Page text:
Everyone’s heard the phrase, “You are what you eat.” How about, “You are what you experience.” We believe that how we arrive at our adult shape – who we are, what we look and feel like, what we believe – has to do with the conditions all along our life, and those conditions are reflected in the body’s structure. Body structure and movement is a function of how a unique life has been experienced and is then organized in the body. A tree has to grow around whatever obstacle is in its way, in the same way, everybody has a way they’ve formed/grown. The body reflects the successes and the challenges of each individual and the insults and injuries suffered – what one has been affected by, and what information one has received. It’s about how the body has dealt with/processed/formed around what has happened to it – insult, injury, or a difficult or emotional event – like a pearl within an oyster.
“From a somatic perspective, the term “insults” refers to all the events, internal and external, that invoke the startle reflex. For a newborn baby, loud sounds, bright lights, and unfamiliar events may be insults. To an infant darkness, strange animals, and the temporary absence of a parent might all be insults. Later fights and disagreements with friends and sibling rivalry are potential insults. Insults may arise from our own internal states, feelings of anger, dependency, sexuality, hunger for contact, fears of being left, or imagining a horrible event. Certainly events may result from family life, how we are treated, the quality of care and affection, the nature of discipline, and the encouragement or discouragement of emotional expression. But an insult could also be prolonged economic hardship in the family, the absence of one of the parents, the effects of war, poverty, divorce, death, or verbal and physical abuse targeted at the child.” Emotional Anatomy.
An example of how structure and experience are related can be illustrated by familiar high school stereotypes. Think of the shy person, their shoulders are probably rounded and forward and their head is likely “heading” downward. The bully may have their shoulders pulled back, inflating or exaggerating the chest, trying to be “head and shoulders” above everyone else. These two extremes show that the shy posture doesn’t allow the muscles in the front of the body to support that person and in the bully posture, the muscles in the back are shortened in service of putting on a “front.” The bully’s posture is up and strained, chest out, like a bow. The victim is collapsed chest, head forward. Neither is moving through their middle, which is actually what would give them more stability and confidence.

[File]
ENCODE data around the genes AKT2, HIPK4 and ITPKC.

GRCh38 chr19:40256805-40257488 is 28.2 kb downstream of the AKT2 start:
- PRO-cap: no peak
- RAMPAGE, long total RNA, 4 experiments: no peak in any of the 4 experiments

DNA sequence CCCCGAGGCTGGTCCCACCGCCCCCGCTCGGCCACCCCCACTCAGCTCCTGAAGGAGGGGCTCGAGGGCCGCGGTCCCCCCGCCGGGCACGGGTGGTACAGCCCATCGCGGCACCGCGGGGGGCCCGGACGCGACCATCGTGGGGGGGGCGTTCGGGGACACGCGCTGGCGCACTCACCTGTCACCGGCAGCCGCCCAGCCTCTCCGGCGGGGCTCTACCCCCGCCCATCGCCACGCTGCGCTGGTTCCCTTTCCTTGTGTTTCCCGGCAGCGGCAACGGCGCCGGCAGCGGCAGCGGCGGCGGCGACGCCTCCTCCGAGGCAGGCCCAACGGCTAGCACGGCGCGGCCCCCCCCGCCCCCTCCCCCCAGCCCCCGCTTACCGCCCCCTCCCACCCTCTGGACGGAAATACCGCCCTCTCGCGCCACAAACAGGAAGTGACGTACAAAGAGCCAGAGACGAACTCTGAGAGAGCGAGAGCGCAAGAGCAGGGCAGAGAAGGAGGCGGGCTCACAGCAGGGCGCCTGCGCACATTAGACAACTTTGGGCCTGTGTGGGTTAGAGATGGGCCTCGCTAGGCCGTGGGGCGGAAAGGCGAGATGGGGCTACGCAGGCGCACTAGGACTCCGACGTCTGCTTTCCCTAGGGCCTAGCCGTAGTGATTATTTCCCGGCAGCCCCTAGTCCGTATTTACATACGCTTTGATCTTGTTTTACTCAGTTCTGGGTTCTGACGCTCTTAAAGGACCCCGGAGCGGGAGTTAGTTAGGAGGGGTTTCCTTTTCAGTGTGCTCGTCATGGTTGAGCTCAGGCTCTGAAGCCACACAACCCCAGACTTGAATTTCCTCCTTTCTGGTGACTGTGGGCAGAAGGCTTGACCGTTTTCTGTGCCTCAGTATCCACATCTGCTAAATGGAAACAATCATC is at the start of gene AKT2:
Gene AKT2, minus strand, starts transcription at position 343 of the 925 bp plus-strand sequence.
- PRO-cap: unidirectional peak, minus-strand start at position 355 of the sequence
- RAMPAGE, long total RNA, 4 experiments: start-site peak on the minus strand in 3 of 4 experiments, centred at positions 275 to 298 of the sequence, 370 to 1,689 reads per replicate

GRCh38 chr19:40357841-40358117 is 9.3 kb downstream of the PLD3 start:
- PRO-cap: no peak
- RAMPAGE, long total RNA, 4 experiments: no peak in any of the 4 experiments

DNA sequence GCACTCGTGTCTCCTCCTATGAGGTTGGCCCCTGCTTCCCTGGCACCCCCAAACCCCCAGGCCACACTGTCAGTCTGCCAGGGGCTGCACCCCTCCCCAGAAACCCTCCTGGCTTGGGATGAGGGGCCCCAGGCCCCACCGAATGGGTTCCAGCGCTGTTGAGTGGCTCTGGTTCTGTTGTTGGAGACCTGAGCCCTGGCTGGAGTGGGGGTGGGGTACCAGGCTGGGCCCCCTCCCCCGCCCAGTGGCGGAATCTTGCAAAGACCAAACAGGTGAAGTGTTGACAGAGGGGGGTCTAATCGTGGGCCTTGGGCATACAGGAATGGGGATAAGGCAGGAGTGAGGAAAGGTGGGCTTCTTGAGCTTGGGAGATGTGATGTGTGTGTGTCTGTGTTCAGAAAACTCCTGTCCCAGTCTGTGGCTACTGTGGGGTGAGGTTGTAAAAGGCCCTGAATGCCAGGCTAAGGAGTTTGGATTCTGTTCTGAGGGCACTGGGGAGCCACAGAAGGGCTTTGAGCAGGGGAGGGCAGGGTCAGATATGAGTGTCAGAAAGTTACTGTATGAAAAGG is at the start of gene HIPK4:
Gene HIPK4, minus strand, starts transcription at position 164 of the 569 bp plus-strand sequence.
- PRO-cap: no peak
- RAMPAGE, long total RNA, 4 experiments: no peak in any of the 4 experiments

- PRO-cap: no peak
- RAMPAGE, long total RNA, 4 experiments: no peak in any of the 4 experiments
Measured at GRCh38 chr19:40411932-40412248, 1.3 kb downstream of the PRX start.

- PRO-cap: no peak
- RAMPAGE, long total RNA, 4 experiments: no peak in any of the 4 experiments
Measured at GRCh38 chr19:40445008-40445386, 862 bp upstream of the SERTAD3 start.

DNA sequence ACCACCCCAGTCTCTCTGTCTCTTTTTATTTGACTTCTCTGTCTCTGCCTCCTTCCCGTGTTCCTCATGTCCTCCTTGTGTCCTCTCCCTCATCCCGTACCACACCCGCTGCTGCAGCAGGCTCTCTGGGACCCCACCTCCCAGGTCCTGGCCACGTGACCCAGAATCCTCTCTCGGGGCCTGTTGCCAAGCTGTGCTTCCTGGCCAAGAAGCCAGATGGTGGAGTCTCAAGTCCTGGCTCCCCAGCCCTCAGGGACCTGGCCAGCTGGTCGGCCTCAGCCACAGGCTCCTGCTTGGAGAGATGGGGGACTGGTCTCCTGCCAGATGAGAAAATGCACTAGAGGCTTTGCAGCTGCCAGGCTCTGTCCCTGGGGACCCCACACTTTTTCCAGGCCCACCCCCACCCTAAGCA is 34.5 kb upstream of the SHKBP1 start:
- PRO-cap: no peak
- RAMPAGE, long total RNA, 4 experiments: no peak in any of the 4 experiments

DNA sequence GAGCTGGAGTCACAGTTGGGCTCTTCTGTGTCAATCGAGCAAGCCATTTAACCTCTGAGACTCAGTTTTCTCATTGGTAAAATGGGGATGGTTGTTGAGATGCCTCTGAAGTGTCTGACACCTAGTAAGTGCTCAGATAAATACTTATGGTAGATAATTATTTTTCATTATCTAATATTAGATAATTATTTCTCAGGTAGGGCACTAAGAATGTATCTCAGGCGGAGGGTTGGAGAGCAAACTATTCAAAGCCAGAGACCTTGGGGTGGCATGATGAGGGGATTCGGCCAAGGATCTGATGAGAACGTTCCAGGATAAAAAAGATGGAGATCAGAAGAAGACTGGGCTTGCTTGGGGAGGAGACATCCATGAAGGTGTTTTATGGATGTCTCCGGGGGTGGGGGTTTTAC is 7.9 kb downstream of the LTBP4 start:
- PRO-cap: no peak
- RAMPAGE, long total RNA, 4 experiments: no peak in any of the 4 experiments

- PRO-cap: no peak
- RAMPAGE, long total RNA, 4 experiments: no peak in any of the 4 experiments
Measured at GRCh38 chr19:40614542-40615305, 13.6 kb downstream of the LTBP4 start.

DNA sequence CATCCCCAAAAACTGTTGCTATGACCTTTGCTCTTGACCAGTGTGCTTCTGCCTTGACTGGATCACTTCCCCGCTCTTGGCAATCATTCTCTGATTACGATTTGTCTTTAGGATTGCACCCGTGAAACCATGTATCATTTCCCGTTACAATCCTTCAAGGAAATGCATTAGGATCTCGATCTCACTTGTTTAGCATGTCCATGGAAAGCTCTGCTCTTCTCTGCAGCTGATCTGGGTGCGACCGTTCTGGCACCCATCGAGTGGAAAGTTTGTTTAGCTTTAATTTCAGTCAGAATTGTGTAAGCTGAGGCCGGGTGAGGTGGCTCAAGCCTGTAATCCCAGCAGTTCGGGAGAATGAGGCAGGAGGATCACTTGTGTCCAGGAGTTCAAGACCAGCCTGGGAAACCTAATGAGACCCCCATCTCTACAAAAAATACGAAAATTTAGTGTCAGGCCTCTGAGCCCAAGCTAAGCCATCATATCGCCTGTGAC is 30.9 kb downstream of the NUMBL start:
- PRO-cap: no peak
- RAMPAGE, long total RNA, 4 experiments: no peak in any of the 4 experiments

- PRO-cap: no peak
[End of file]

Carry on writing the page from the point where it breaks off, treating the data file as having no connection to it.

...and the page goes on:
Actors are practiced at creating and embodying different forms to represent the characters they are playing. We too are in the body that represents the character we have been “playing.” Sometimes our shape is more a response to childhood conditions and less about who we actually are. We learn defensive physical postures early in our development as a way of protecting ourselves against trauma. People that have been repeatedly overwhelmed or traumatized can be “stuck” in shapes that would represent reaction instead of response or resignation instead of engagement. We all have preferred defenses that have become integral to our individual styles of coping. The result of a complex interaction among at least four factors: one’s constitutional temperament, the nature of the stresses that one suffered in early childhood, the defenses modeled and sometimes deliberately taught, by parents and other significant figures, and the experienced consequences of using particular defenses.
We also tend to separate or segregate parts of our body in an effort to protect ourselves from something that might be painful, offensive to us in some way, or doesn’t fit with our idea of who we are or what we want. Segregating parts can be a way of managing emotional or physical overwhelm. Focusing on just a problem with one’s hip or knee may ignore the reality that the whole body is being affected by an insult of some kind – the hip or knee might just be the most vocal part. The body with all of its systems has been at the effect of one life, and it is much more effective and stable to reintegrate all of its parts – even the painful and offensive ones.
The body is the subconscious mind, information just below the surface, including the skin, is an autobiography of the individual and where life experiences went well and where or how they did not. The body holds the history and the potential when combined with cognitive cooperation and power of accurate language.